China’s Latest Mystery: Was Hu Jintao Blogging?

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China's President startled the Internet at the weekend by opening a micro-blog – the Chinese equivalent of Twitter.

Fascinated netizens began signing up at the rate of more than ten people a minute. But a day later the account of Hu Jintao disappeared. A brief pro-forma note this morning on the empty site, hosted by the Communist Party mouthpiece People's Daily Online, said simply, "This item cannot be found, the author may have erased it."

That fails to explain the mystery of the president's missing micro-blog.

Did the famously cautious leader of 1.3 billion people decide he wasn't ready for such open interaction? Has he joined the ranks of those censored by the Great Firewall of China? Was it a case of identity theft? Had the People's Daily failed to carry out the proper checks? Or was it a simple computer error?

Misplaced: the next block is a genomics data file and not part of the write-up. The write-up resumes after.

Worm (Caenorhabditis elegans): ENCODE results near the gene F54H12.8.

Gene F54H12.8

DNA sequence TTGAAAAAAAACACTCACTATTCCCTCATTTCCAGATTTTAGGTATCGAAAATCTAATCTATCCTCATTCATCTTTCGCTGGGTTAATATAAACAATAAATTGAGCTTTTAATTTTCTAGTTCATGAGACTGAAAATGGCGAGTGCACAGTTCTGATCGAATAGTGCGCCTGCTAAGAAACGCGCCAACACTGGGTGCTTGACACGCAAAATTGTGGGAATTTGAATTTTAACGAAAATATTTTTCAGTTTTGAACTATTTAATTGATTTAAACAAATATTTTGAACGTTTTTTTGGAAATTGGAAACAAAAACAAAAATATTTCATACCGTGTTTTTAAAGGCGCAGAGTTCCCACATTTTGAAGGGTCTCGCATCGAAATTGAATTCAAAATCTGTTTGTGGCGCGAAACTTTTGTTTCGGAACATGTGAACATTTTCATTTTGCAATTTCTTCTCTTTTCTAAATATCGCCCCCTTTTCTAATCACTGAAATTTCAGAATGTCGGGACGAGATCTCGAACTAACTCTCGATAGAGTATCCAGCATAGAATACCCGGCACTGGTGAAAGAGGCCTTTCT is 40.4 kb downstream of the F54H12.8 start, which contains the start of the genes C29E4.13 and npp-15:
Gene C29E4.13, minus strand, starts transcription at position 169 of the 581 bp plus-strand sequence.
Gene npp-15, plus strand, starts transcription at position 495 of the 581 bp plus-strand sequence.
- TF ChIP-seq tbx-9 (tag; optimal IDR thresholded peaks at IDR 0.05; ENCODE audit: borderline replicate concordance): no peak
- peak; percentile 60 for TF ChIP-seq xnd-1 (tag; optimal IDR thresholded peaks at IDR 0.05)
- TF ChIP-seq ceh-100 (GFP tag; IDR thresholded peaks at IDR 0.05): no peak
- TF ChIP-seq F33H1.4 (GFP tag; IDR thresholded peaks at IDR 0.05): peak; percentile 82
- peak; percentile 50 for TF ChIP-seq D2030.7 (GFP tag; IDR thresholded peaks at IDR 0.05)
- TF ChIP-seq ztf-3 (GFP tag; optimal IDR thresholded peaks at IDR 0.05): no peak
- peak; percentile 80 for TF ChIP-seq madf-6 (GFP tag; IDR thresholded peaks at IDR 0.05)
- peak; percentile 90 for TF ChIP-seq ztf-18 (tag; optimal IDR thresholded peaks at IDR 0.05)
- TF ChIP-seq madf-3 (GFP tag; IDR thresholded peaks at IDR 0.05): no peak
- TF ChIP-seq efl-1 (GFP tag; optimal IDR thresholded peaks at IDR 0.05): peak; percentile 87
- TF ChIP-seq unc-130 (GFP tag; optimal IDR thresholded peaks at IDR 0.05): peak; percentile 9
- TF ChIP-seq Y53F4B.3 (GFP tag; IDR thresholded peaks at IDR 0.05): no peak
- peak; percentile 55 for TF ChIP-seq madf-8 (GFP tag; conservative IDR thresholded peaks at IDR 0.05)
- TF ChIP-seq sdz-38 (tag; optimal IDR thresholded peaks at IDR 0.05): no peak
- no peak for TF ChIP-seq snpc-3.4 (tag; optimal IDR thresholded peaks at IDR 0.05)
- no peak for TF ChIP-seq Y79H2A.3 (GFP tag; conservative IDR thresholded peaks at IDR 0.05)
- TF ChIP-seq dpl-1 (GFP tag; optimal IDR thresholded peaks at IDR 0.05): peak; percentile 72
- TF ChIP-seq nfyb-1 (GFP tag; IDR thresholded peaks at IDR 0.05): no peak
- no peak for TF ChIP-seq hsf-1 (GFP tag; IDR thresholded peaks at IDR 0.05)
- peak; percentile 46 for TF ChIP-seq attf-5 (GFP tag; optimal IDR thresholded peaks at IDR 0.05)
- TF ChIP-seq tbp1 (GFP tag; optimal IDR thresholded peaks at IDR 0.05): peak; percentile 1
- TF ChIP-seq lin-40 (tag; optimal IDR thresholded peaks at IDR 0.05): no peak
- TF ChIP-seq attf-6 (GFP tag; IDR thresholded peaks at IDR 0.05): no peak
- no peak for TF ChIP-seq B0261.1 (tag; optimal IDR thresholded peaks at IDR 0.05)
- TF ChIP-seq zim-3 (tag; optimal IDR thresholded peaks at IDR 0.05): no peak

A newspaper report on the sudden disappearance offered two official explanations. One was that the site simply crashed under the onslaught of 1,000 people an hour signing up to follow President Hu's micro-blog.

The second was that a recent upgrade created an automatic micro-blog for anyone who had registered their identity in the People's Daily chatroom -- as the president did for an online conversation with the public on June 20, 2008.

A notice on the Web site said all "Strong Country VIP" accounts were temporarily suspended to allow confirmation of the identities.

Whatever the case, the outcome is a severe embarrassment for People's Daily Online. Today, would-be micro-bloggers were unable to register new accounts, at least for the moment, despite the notice that said users were still welcome despite the apparent overload the day before.

Registered followers of President Hu will be disappointed. He had yet to post a single blog before the site disappeared.

For more on this story, see the full story at the Times of London.